@Trig, yes, I can. It is well established in Biblical studies that Jews did use the personal name of God casually (YHWH, often translated "I Am"). In fact, in seeking to put a fence around the commandment not to take his name in vain, they used different circumlocutions (Matthew even hesitates to use "Kingdom of God" preferring "Kingdom of Heaven"). When Jesus says "I am" and they understand it to be blasphemy, the only king of blasphemy that fits is a claim to be God. Claiming to be pre-existent wouldn't cut it. Jesus using the name of God as his own would qualify were it untrue. – Frank Luke Oct 28 '13 at 2:19
I think the above comment by Frank is pure fiction. The Jews in the narrative are upset about Jesus claiming pre-existence, not supposedly using a title of God "I am" inasmuch as saying "I am" is just a common phrase you can't live without, "I am happy," "I am sad," etc. Are we to suppose that in deference to God using this as a title once in Exo 6, the Jews never used "I am" in a sentence? – david brainerd Aug 28 '14 at 5:02

I’ve finally dug out my copy of the New World Translation of the Holy Scriptures — with references (1984 edition, which as far as I know is still the latest). It has a simple footnote on this phrase, referring the reader to Appendix 6F: “Jesus — In Existence Before Abraham”.

The appendix article begins with a series of quotes, which I here present:

From the Fourth/Fifth Century:

before Abraham was, I have been

Syriac. Edition: A Translation of the Four Gospels from the Syriac of the Siniatic Palimpset, by Agnes Smith Lewis, London, 1984.

From the Fifth Century:

before ever Abraham came to be, I was

Curetonian Syriac. Edition: The Curetonian Version of the Four Gospels, by F. Crawford Burkitt, Vol. 1, Cambridge, England, 1904.

From the Fifth Century:

before Abraham existed, I was

Syriac Peshitta. Edition: The Syriac New Testament Translated into English from the Peshitto Version, by James Murdock, seventh ed., Boston and London, 1896.

From the Fifth Century:

before Abraham came to be, I was

Georgian. Edition: “The Old Georgian Version of the Gospel of John”, by Robert P. Blake and Maurice Brière, published in Patrologia Orientalis, Vol. XXVI, fascicle 4, Paris, 1950.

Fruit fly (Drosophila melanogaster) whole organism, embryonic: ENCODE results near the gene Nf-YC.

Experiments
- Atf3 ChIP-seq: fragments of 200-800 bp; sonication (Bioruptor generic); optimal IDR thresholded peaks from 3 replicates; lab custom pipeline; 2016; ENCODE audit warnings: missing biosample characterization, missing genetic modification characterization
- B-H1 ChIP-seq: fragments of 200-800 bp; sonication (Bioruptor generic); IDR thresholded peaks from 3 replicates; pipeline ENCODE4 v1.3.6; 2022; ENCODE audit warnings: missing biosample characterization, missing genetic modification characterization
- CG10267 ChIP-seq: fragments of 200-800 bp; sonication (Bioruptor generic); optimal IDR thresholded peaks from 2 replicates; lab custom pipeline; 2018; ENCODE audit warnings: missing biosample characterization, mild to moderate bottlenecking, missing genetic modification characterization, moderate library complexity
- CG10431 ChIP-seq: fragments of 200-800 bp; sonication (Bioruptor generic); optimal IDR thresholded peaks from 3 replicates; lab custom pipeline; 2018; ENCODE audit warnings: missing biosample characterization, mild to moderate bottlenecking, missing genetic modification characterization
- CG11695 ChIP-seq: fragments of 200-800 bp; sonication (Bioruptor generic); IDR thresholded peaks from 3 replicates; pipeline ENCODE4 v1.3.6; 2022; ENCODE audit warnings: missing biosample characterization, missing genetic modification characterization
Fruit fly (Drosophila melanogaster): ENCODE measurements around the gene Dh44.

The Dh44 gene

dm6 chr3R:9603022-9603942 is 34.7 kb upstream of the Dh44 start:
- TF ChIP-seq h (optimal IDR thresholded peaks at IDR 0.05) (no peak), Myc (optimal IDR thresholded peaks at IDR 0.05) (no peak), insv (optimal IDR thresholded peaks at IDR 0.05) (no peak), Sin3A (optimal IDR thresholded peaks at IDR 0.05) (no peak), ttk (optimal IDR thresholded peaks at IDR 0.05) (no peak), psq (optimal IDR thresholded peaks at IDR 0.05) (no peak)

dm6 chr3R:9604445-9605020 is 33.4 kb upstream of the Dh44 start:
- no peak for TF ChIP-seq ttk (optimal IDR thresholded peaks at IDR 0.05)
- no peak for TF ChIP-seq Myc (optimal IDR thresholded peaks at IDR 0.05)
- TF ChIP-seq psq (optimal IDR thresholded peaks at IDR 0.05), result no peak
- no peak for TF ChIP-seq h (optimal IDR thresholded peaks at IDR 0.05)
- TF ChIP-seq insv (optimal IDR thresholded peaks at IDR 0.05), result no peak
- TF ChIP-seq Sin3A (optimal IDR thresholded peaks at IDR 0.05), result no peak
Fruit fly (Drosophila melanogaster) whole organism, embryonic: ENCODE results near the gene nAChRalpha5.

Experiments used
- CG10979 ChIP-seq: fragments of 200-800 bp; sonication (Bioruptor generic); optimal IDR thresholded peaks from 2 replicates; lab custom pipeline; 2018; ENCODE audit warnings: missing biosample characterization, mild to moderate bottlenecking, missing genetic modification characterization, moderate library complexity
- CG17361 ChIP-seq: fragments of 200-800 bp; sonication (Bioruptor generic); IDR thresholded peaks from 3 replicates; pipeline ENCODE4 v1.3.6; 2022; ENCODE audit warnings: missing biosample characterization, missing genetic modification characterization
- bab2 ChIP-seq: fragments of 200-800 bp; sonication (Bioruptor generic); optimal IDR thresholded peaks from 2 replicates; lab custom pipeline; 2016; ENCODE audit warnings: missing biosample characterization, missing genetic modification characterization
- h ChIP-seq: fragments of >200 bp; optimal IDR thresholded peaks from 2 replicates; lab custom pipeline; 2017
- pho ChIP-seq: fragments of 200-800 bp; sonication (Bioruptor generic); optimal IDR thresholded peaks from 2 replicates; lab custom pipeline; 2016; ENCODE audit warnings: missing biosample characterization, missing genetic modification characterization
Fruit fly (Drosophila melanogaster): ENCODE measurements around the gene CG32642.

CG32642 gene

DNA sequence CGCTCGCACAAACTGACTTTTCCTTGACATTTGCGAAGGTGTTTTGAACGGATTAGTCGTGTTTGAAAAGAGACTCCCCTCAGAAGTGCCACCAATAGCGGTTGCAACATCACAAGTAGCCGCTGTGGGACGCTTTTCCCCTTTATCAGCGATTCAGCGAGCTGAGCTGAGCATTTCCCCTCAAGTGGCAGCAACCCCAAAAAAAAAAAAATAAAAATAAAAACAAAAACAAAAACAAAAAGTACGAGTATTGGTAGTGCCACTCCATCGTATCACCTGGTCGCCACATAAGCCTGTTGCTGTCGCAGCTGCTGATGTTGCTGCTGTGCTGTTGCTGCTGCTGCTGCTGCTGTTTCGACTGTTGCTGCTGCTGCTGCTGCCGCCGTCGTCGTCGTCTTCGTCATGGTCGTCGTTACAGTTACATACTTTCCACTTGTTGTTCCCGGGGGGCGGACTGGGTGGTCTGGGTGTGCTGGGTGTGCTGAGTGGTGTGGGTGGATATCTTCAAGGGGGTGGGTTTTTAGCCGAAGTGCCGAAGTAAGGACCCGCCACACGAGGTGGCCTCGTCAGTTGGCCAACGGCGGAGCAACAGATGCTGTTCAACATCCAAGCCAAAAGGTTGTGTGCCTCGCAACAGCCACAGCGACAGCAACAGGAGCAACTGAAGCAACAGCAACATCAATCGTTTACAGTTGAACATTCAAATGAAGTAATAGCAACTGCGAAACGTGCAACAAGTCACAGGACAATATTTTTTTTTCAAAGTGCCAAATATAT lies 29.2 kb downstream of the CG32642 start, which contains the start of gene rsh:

From the Sixth Century:

before Abraham was born, I was

Ethiopic. Edition: Novum Testamentum ... Æiopice, by Thomas Pell Platt, revised by F. Praetorius, Leipzig, 1899.

The appendix article continues as follows. (I’m taking just the first three paragraphs, because (a) I don’t want to quote too much, and (b) the rest of the appendix article is more theological in nature, while the first three paragraphs are technical.)

The action expressed in Joh 8:58 started “before Abraham came into existence” and is still in progress. In such situation εἰμί, which is the first-person singular present indicative, is properly translated by the perfect indicative. Examples of the same syntax are found in Lu 2:48; 13:7; 15:29; Joh 5:6; 14:9; 15:27; Ac 15:21; 2Co 12:19; 1Jo 3:8.

Concerning this construction, A Grammar of the Idiom of the New Testament, by G. B. Winer, seventh edition, Andover, 1897, p. 267, says: “Sometimes the Present includes also a past tense (Mdv. 108), viz. when the verb expresses a state which commenced at an earlier period but still continues,—a state in its duration; as, Jno. xv. 27 [Greek text omitted because I don’t know how to type the diacritics], viii. 58 [ditto].”

Likewise, A Grammar of New Testament Greek, by J. H. Moulton, Vol. III, by Nigel Turner, Edinburgh, 1963, p. 62, says: “The Present which indicates the continuance of an action during the past and up to the moment of speaking is virtually the same as Perfective, the only difference being that the action is conceived as still in progress ... It is frequent in the N[ew] T[estament]: Lk 248 137 ... 1529 ... Jn 56 858 ...”

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Thanks TRiG, nice one. – Wikis Oct 27 '13 at 21:06
This answer does not substantiate why these variant translations appear in these quotes - are these definitely variations in the source texts, or are these variants in how different sources were translated by others? Why take later Syriac translations as a benchmark over the Greek texts they were translated from? Even assuming it's an issue in the source, are there any compelling reasons why these later manuscripts should be taken over p66 which is 2nd Century? The pasted text might be helpful to the discussion, but don't address most of the key hermeneutical questions about their claims. – Steve Taylor Mar 7 at 14:03